I want you to think of something. . .
Are you ready?
I want you to imagine a sunny day in the City of New York. Let’s take a busy section, like say Midtown, and think of people walking or going wherever they go.
Think of the businessman (or woman) and think of the family man (or family woman) and the tourists near Times Square, which is a perfect place to consider because it is estimated that 330,000 people visit Times Square on a daily basis.
Imagine this. Imagine the random faces of people. Picture the hot dog carts and the uniformed officers. Think about the interactions and the stores, the delicatessens, the clothing shops. Consider the crowded walk during rush hour, everyone moving, everyone walking with the intention of heading someplace in a hurry.
I see this on a daily basis. I people watch on my way to and from my job site, located on the Eastside on Lexington Avenue.
Sometimes, when time allows, I take to the roof of my building. I look out at the rooftops and admire the tall structures and skyscrapers that have been there long before I was born.
I look at the new buildings under construction and pay my respect to the downtown skyline, which has been forever altered, but yet honored by the new Freedom Tower, which I look upon with love and memory for the lives lost on the tragic Tuesday morning of September 11, 2001.
It amazes me the population of this place. I am amazed by the different backgrounds and different cultures. It’s enough for me to stand high upon the roof of a building on Lexington and peer out across the East River, passed the U.N. Building and stare comfortably at Queens and think to myself of the places I have lived and the lives I have lived before this one.
Now, before you question what I mean about the lives I have lived, be clear, we all lived different lives up until now. We have all seen new chapters and gone through different phases. I know i have.
But I am here now.
Everything that has led me up to this point has been purposeful to lead me up to where I am; to be here and now, with you, and going forward, everything that happens will be purposeful to lead me up to wherever it is I am supposed to be.
I know this.
After my morning commute when the bus pulls into its gate at New York’s Port authority, I make way down the escalator or down a series of steps (depending upon availability) to get to a lower level and then down another escalator, down to the ground level, out through the double-doors, and then I head through another set of double-doors to arrive on 8th Avenue near 42nd Street.
This place has certainly changed over the years. . .
42nd Street has certainly changed too. But still, I walk through a sea of people and weave through the pedestrian traffic and keep away mindlessness of others that pay little attention to others that share the pavement with them. I try to dodge them so not to walk into anybody.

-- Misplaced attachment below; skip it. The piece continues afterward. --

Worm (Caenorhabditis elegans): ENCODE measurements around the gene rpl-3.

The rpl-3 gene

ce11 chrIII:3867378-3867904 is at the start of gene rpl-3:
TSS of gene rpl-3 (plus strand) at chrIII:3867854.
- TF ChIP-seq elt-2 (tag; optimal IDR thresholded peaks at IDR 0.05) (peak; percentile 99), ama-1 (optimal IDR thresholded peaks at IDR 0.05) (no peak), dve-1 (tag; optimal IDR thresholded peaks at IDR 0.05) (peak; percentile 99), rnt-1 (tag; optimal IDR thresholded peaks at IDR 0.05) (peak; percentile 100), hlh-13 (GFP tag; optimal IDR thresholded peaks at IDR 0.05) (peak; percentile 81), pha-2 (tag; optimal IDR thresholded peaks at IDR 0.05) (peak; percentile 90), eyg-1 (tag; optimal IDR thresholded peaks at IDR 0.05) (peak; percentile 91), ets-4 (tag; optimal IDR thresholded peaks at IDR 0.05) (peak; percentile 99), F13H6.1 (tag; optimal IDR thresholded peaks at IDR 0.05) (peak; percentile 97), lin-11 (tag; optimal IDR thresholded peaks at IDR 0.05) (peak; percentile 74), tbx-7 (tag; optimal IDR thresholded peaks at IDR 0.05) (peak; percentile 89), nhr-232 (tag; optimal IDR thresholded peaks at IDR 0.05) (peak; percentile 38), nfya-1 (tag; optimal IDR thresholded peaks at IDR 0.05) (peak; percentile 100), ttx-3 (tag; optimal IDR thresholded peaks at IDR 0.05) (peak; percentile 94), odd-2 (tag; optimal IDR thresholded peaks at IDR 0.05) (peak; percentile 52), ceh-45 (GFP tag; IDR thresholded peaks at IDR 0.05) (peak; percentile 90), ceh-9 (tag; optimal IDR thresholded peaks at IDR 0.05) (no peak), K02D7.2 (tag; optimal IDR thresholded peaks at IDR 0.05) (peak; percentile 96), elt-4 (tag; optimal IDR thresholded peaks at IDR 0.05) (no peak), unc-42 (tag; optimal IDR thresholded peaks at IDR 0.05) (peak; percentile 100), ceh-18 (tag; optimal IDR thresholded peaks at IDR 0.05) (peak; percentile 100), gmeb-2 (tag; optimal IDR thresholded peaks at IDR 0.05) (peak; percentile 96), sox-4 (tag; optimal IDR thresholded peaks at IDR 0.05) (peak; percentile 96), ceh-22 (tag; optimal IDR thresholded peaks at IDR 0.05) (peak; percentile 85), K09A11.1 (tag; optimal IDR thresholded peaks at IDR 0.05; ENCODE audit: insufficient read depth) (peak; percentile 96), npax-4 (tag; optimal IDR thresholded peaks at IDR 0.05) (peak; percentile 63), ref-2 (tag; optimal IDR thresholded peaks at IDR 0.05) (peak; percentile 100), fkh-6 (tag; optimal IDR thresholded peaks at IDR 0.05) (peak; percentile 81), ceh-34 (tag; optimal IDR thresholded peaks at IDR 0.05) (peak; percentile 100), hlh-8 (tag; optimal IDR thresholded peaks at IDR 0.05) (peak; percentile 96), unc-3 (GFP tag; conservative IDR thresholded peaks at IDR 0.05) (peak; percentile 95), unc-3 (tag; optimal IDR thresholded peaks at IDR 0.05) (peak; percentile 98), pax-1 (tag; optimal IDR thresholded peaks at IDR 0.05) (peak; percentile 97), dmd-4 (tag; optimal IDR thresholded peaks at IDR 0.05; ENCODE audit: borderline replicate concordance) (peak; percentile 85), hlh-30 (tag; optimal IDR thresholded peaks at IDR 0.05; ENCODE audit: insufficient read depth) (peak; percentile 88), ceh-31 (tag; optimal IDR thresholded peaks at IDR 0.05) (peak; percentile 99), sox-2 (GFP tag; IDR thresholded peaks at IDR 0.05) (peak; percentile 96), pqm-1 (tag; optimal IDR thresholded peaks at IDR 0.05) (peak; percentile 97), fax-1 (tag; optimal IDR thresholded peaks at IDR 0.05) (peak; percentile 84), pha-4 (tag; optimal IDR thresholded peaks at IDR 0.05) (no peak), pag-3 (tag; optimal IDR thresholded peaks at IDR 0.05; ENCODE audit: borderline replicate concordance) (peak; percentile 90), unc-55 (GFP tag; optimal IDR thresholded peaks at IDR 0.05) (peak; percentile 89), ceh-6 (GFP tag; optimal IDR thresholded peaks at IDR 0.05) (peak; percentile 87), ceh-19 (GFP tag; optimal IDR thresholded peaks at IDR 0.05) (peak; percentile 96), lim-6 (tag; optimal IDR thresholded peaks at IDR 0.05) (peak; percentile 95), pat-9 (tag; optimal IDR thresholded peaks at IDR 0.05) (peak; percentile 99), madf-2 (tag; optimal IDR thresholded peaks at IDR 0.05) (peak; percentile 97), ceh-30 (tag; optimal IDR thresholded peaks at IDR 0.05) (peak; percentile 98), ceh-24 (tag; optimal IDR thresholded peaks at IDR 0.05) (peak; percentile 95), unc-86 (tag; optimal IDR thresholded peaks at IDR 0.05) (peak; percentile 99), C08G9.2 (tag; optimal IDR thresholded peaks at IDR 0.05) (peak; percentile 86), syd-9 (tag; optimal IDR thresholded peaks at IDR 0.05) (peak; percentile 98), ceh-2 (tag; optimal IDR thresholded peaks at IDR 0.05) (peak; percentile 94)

If time allows, I walk my way from the Westside to the East. But when time is not on my side, I take to the subway, the underground shuttle, which goes back and forth from Times Square to Grand Central Station.
I see everybody during this walk. I see every different facet of life. I see the wealthy. I see the poor and the homeless. I see the drunk and the sober, the dope-fiend, and the mentally ill. I see male, female, the crossdresser, the transgender, straight, gay, bi, and anything else you can consider. I see them all. I see people of all colors and races. And like me, all of them have someplace to be. All of them have an agenda. They all have wants and needs.
When I move onto the shuttle to head over to grand central Station, I look around at the facial expressions of people holding on as the train begins to move.
I think about them and wonder about their internal narrative. I wonder what is on their mind or if their thoughts are as intense as my own.
I wonder if I am truly alone or would I be pleasantly surprised to know that I am far from alone and that I am not the only one who thinks this way. I am not the only one that has worries or fears. I am not the only one that struggles in one way or another.
But yet, when the struggles come and when the anxiety picks up; when the rejection machine begins to tick and soon, the time-bomb is one tick closer to an explosion and it feels like my frustration is about to overload; I can say the world seems like an awfully lonely place at times.